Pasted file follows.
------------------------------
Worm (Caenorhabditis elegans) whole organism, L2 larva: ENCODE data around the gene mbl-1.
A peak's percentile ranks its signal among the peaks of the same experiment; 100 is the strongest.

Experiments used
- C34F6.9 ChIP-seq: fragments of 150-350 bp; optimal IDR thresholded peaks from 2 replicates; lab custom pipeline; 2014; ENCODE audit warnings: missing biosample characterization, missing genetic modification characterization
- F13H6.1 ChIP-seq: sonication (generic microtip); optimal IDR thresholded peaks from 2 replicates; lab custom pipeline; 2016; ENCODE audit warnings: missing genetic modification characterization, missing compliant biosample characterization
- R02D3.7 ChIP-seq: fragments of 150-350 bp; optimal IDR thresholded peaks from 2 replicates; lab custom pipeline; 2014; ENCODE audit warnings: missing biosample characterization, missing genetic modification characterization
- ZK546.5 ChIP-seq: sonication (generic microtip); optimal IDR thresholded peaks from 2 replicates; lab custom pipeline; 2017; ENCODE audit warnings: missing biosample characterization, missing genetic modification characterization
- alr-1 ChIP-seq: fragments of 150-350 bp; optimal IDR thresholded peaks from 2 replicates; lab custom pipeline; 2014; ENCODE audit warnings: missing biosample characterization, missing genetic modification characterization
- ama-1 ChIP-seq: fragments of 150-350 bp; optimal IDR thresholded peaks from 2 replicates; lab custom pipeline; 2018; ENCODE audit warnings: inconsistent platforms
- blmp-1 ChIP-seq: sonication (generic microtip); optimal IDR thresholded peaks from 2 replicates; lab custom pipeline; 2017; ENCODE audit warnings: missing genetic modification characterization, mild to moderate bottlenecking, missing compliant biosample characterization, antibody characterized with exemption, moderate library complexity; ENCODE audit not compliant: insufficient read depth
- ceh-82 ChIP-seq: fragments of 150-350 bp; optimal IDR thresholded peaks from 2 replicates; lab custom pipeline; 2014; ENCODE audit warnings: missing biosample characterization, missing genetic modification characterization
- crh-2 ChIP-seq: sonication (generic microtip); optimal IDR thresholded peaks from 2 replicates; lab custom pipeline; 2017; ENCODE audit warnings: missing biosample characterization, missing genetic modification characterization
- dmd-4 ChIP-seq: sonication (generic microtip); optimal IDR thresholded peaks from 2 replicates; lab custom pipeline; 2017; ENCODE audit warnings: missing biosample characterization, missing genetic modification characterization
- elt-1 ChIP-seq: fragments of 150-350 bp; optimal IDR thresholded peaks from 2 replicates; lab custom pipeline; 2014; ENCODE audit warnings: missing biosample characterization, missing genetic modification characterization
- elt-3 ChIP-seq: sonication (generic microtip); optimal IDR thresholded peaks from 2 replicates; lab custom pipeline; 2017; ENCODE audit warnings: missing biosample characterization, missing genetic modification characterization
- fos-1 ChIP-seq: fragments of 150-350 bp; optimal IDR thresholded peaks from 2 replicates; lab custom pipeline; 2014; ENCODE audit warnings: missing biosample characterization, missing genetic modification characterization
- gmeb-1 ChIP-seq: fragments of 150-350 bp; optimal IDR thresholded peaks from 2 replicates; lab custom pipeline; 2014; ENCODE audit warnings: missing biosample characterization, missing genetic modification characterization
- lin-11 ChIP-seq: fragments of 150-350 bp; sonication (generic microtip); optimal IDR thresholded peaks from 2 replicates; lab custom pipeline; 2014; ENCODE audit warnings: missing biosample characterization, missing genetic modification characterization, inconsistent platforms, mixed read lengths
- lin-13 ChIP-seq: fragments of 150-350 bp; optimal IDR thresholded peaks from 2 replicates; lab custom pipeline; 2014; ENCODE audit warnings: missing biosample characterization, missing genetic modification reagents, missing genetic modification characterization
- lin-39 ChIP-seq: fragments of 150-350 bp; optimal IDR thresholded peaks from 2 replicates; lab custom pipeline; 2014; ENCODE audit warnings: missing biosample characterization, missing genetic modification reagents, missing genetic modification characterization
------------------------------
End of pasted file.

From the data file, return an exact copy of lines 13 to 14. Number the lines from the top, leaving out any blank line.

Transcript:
- dmd-4 ChIP-seq: sonication (generic microtip); optimal IDR thresholded peaks from 2 replicates; lab custom pipeline; 2017; ENCODE audit warnings: missing biosample characterization, missing genetic modification characterization
- elt-1 ChIP-seq: fragments of 150-350 bp; optimal IDR thresholded peaks from 2 replicates; lab custom pipeline; 2014; ENCODE audit warnings: missing biosample characterization, missing genetic modification characterization